By now we're all aware of the importance of responsibly recycling our unwanted electronics and household materials. We may not be experts, but for the most part, people know of at least a few resources they can use to safely discard their gadgets. If not, use the recycler locator on the right to find a recycling center near you.
Despite increasing environmental consciousness, a lack of tangible motivation for the average American to follow through (other than that warm and fuzzy feeling we get from doing good) may mean it's time we're given a little something extra in exchange for our eco-minded behavior.
Enter the new wave of recycling programs: monetary rewards for recycling contributions. Call it a little nudge to do nature right.
Center stage in this endeavor is RecycleBank, headed up by co-founder and CEO, Ron Gonen. RecycleBank provides curbside pick-up of your recyclable materials, records the amount recycled with embedded bar codes in RecycleBank containers, and converts that amount into RecycleBank points usable for ordering rewards. Sounds like a big win for you and Mother Nature, right?
For each pound of recyclable materials, curbside members can earn 2.5 RecycleBank points, redeemable with such partners as Bed Bath and Beyond, CVS, Sears, Target.com, and many more, while also providing community promotion and recognition for participating businesses. Currently serving Philadelphia and parts of Delaware, RecycleBank is sure to extend its reach much further as a leader in reward-based recycling.
Don't have a curbside program? ecoNEW's trade-in recycling program allows you to ship your old products using a prepaid shipping label and feel at ease that items are recycled properly as they are sold back to the manufacturer. All you have to do is select the product online and describe its condition. In return, you receive a reward from participating retailers that can be cashed in for a few more inches on that flat screen or more memory in your next laptop.
Are old, unwanted computers on your recycling agenda? Look to GreenCitizen to clear out computers gathering dust in your corner. Currently limited to Silicon Valley and San Francisco, GreenCitizen provides pick-up and drop-off service for convenient, safe and accountable recycling of your PC. They also provide Recycle Reward gift cards and partner incentives with purchase coupons to joint advertising and sponsorships.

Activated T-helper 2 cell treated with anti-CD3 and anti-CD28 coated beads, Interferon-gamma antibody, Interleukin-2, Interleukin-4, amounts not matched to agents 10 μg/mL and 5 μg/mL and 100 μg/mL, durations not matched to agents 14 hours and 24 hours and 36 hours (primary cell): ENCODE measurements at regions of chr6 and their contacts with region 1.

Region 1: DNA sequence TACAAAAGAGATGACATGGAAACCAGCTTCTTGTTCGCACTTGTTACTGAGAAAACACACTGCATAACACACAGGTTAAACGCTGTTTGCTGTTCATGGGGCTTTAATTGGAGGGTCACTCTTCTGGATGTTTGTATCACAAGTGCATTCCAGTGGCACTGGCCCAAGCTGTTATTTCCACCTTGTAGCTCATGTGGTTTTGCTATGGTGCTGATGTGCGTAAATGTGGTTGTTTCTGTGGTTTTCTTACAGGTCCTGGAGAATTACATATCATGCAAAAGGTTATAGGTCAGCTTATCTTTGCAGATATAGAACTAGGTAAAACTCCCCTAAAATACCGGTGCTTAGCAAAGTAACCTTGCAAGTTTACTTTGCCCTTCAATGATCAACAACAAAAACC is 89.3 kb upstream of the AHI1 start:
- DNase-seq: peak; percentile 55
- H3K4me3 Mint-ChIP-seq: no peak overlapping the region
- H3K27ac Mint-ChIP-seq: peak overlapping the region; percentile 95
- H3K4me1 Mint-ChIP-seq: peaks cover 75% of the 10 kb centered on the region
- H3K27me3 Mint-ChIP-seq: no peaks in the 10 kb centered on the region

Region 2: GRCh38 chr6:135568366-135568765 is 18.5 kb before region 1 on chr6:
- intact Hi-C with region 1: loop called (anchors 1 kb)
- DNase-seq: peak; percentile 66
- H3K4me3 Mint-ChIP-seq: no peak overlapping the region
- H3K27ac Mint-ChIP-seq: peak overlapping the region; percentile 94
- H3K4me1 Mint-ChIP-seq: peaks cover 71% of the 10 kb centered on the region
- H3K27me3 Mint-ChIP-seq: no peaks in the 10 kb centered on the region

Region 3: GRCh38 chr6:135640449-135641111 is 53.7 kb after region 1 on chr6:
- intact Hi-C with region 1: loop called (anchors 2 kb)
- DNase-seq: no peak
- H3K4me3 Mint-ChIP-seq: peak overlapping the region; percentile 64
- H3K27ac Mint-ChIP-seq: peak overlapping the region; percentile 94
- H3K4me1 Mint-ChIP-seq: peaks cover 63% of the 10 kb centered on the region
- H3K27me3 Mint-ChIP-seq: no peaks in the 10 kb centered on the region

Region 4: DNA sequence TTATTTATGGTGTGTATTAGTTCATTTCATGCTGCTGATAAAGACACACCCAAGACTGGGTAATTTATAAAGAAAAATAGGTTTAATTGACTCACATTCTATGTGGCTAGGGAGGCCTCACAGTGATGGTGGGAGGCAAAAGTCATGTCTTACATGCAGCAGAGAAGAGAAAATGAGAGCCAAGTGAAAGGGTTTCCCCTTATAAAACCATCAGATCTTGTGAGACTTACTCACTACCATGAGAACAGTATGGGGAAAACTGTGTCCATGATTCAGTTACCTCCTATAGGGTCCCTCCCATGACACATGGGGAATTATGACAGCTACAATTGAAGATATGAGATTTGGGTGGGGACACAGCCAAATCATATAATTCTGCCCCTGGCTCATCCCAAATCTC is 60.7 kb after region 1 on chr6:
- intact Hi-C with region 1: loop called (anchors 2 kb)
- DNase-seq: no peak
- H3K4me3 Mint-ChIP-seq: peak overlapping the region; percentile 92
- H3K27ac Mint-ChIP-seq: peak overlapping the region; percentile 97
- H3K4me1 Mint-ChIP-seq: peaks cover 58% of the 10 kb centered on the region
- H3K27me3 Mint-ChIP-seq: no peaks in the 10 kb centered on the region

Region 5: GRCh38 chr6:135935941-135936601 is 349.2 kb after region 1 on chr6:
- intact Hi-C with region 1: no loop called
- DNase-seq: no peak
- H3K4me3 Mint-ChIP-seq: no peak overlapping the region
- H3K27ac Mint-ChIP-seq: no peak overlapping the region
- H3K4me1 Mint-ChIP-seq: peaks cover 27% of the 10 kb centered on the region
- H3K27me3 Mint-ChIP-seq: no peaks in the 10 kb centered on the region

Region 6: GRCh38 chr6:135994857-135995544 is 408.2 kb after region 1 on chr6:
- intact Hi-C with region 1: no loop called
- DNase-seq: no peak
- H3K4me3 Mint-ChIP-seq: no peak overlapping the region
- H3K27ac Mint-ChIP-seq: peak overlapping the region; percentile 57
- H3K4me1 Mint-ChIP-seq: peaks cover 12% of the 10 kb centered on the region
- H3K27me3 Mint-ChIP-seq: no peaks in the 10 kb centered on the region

Select retailers are even jumping on the bandwagon, providing their own forms of incentives for recycling electronics. Best Buy now offers electronics recycling options at all of its U.S. stores, where consumers can bring in up to 2 units per day, per household, and be reimbursed with a $10 gift card (however there is a $10 fee for any item with a screen). Staples now offering cash for your old materials as well, providing $3 in Staples Rewards in exchange for bringing empty ink and toner cartridges into stores.
Shedding a humanitarian light on recycling incentives
For those of you who enjoy a piece of the pie, as well as peace of mind, the following are recycling companies that create usable, safe products for underprivileged individuals from your recycled goods.
Close the Gap makes reused and refurbished computers available to underprivileged individuals in Africa and other developing countries.
Digital Link has distributed over 50,000 reused computers to the developing world and provided access to technology for over 125,000 individuals. Digital Links uses professional refurbishing companies who provide data erasure, testing, upgraded hardware and safe disposal of non reusable equipment.
Inveneo, a non-profit social enterprise whose mission is to empower people in remote and underserved communities through access to computing and communications will take old flash drives (otherwise known as USB memory sticks) and get them into the hands of students, aid workers and small business entrepreneurs in the developing world.